Administration consideration of alternative routes may be on the table

A Reuters story just hit their wires quoting unnamed State Department officials saying that they are considering an analysis of alternative pipeline routes for the controversial Keystone XL tar sands pipeline.  Consideration of alternative routes has always been one of the key issues that the State Department needed to consider.  We must protect water and croplands in Nebraska, and everywhere else across the Great Plains. The Keystone XL tar sands pipeline would put those resources at needless risk.  However, any further environmental review must also include an on-the-ground, fresh look at pipeline safety, climate change, and environmental justice.  With this information in hand, there will be only one right decision on the pipeline: rejection.

It is shocking that the State Department failed to take a serious look at alternatives to the pipeline path.  This is a very basic example of the suspect manner in which this permit process has been moving forward from the start. The special session of the Nebraska legislature just called bringing state lawmakers together to discuss this very issue shows the gravity of the issue and what is at stake for the people living along the pipeline pathway.  This is especially true in the sensitive Sandhills region above the Ogallala Aquifer---one of the most important and stressed water resources on the continent.

And the historic White House protests over the weekend where more than 10,000 Americans came out to express their concern over, among an array of troubling issues, the climate dangers that would be wrought by this project shows that the Huskers are not alone.

Perhaps the administration has realized it has dropped the ball on this decision and wants to hit the reset button. The President and Secretary of State Hillary Clinton are obligated to get this process right. They must start over with an open and scientific process, free of the conflicts of interest that have plagued their analysis from the start. If they do a thorough and genuine analysis, we remain confident that Keystone XL will never be built. It is simply not in our nation’s best interest to trade our climate, land and water for the needs of Big Oil and a few of their cronies.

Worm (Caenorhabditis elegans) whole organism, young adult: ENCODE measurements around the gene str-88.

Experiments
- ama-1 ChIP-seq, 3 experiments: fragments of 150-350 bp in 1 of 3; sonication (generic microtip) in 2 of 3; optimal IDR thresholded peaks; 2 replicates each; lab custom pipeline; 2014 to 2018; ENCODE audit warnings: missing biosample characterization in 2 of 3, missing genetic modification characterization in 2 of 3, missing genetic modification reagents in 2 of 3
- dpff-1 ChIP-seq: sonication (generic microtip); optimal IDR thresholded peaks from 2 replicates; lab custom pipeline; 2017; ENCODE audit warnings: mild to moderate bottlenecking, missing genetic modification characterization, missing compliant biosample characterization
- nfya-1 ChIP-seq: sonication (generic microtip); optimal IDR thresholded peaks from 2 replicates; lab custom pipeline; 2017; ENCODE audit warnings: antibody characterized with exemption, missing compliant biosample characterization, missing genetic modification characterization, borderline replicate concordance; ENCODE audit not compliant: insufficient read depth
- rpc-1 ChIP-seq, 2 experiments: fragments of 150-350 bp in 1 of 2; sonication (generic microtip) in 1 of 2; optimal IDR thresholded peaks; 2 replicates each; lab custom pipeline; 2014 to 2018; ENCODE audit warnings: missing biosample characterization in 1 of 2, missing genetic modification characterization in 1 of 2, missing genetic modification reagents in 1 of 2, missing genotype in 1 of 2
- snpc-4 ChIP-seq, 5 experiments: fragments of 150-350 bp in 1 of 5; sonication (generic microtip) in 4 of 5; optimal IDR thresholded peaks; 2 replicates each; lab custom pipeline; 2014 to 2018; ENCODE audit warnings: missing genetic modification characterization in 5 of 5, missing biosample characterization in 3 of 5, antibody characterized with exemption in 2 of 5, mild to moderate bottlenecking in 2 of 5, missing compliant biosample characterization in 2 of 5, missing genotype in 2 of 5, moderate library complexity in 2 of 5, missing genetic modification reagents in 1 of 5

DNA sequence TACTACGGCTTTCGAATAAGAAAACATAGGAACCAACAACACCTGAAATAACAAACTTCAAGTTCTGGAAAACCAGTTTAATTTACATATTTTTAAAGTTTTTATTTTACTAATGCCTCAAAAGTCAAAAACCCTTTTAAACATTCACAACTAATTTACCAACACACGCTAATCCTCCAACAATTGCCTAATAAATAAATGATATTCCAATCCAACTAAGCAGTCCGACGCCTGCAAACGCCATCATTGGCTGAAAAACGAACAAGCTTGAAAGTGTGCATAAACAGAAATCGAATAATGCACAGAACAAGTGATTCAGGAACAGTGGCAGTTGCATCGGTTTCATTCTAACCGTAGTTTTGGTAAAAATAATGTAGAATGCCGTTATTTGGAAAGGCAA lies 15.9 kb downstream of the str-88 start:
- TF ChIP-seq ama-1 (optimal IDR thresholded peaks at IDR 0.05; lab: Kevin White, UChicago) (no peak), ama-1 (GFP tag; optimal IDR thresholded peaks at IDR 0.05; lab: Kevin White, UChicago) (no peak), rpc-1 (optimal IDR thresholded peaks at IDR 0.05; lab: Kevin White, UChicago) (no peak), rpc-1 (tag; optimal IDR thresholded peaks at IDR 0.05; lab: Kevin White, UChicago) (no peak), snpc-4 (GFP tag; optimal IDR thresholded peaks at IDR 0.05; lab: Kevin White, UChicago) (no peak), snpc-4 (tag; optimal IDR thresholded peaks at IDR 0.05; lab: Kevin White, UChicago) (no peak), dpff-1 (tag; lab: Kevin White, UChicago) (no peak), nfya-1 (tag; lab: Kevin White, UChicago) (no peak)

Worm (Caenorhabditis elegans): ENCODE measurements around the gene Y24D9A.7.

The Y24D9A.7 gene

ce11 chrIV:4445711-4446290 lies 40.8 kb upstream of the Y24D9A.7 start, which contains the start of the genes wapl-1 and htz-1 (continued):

Certainly backers of the project will say that the proposed route is the only economically viable route. But these are the same folks who continue to cynically oversell this project as a jobs producer. The Washington Post and Cornell Global Labor Institute have proved pretty convincingly that it is not. So the administration has the chance here to go back and do the analysis that was missed. If they do it right, they won’t stop at a re-route, they will see that the only way to protect water and croplands in Nebraska and address the climate emissions from this project, it will reject the pipeline.  The Keystone XL would put those resources at needless risk, one more reason the president should say no to this pipeline. These are, as of yet, unconfirmed statements but there is no doubt that it will leave TransCanada, API and oil companies nervous.  The green movement is certain to get even more galvanized in the fight against this boondoggle project and the unnecessary expansion of dirty energy. The Keystone XL tar sands project is not in the national interest and should be rejected.

UPDATE: TransCanada's first Keystone Pipeline has been shut down again today due to "mechanical issues," underscoring the company's spotty record with its first oil pipeline which has leaked 14 times in the United States in less than two years and making crystal clear how dangerous the Keystone XL pipeline could be.